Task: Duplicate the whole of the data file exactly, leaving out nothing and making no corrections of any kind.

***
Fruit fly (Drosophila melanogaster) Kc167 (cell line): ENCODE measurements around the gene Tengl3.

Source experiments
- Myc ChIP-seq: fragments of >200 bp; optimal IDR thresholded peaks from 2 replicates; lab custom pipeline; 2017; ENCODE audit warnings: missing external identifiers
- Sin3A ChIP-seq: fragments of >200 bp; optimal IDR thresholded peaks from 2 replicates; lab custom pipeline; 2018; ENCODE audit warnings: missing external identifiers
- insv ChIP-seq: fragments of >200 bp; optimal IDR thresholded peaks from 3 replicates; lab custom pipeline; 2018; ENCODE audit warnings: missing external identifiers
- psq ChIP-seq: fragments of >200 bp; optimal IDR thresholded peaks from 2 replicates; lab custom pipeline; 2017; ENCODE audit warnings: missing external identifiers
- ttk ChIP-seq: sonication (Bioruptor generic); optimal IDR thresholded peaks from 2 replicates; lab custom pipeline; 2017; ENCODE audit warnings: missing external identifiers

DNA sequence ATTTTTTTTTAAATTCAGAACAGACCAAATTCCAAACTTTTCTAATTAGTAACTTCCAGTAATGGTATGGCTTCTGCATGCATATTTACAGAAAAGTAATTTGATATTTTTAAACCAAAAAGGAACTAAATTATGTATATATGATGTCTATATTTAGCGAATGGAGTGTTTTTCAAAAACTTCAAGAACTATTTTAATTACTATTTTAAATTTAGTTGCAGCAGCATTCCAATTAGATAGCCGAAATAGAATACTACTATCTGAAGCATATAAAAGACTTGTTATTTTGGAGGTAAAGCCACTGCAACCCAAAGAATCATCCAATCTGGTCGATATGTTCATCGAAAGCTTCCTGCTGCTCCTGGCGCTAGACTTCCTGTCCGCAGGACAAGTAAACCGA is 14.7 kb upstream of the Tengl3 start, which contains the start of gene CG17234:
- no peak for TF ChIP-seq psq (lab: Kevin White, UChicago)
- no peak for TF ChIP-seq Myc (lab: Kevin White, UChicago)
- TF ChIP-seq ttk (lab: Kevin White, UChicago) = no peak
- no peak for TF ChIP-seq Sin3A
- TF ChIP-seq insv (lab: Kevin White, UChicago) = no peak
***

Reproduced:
Fruit fly (Drosophila melanogaster) Kc167 (cell line): ENCODE measurements around the gene Tengl3.

Source experiments
- Myc ChIP-seq: fragments of >200 bp; optimal IDR thresholded peaks from 2 replicates; lab custom pipeline; 2017; ENCODE audit warnings: missing external identifiers
- Sin3A ChIP-seq: fragments of >200 bp; optimal IDR thresholded peaks from 2 replicates; lab custom pipeline; 2018; ENCODE audit warnings: missing external identifiers
- insv ChIP-seq: fragments of >200 bp; optimal IDR thresholded peaks from 3 replicates; lab custom pipeline; 2018; ENCODE audit warnings: missing external identifiers
- psq ChIP-seq: fragments of >200 bp; optimal IDR thresholded peaks from 2 replicates; lab custom pipeline; 2017; ENCODE audit warnings: missing external identifiers
- ttk ChIP-seq: sonication (Bioruptor generic); optimal IDR thresholded peaks from 2 replicates; lab custom pipeline; 2017; ENCODE audit warnings: missing external identifiers

DNA sequence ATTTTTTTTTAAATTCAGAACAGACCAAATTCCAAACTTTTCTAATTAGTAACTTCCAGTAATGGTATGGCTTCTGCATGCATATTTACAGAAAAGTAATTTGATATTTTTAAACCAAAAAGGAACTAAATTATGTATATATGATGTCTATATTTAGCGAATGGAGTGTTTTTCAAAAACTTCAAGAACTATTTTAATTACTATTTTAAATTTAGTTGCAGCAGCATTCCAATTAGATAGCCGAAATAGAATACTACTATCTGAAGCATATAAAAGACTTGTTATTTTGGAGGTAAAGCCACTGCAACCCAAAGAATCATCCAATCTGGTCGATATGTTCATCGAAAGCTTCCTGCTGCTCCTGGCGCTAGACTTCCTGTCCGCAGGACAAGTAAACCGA is 14.7 kb upstream of the Tengl3 start, which contains the start of gene CG17234:
- no peak for TF ChIP-seq psq (lab: Kevin White, UChicago)
- no peak for TF ChIP-seq Myc (lab: Kevin White, UChicago)
- TF ChIP-seq ttk (lab: Kevin White, UChicago) = no peak
- no peak for TF ChIP-seq Sin3A
- TF ChIP-seq insv (lab: Kevin White, UChicago) = no peak